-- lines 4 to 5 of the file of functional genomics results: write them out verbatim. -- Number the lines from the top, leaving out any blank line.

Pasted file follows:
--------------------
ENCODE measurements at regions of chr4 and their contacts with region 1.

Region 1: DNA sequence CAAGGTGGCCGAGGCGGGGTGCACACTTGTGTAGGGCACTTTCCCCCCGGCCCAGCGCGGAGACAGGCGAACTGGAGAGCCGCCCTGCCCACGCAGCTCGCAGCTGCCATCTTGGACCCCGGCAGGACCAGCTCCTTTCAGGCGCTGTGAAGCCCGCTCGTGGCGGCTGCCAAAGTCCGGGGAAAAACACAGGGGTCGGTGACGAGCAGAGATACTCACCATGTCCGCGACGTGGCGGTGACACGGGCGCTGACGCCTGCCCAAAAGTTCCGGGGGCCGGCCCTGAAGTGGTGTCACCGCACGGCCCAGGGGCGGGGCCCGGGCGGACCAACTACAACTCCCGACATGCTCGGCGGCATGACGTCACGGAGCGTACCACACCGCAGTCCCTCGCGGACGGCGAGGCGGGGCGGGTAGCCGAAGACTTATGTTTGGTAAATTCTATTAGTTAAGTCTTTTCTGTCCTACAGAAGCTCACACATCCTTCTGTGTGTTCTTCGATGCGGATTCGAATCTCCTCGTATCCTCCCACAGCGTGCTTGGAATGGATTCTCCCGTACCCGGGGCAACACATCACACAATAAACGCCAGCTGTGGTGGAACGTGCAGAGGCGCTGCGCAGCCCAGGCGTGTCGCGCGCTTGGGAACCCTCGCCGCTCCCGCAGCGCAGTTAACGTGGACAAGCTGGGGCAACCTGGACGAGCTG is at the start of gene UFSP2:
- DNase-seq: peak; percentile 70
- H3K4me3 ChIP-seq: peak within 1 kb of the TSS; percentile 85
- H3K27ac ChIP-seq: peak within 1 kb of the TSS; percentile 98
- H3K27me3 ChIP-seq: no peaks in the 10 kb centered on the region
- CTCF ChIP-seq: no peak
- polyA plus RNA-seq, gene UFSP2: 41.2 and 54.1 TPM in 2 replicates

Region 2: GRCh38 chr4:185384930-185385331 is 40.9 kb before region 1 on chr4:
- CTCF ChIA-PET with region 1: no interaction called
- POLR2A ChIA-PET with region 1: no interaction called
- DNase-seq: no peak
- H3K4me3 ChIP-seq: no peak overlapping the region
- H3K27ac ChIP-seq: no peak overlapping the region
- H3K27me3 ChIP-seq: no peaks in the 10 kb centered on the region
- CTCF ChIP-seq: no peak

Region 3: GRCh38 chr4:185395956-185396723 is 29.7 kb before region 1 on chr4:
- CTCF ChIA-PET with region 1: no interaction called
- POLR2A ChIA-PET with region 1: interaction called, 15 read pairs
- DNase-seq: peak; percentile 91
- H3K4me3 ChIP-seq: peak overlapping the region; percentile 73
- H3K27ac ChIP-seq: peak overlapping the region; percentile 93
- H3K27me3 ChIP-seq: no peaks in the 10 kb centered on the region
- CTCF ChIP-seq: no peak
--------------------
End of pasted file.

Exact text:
- H3K4me3 ChIP-seq: peak within 1 kb of the TSS; percentile 85
- H3K27ac ChIP-seq: peak within 1 kb of the TSS; percentile 98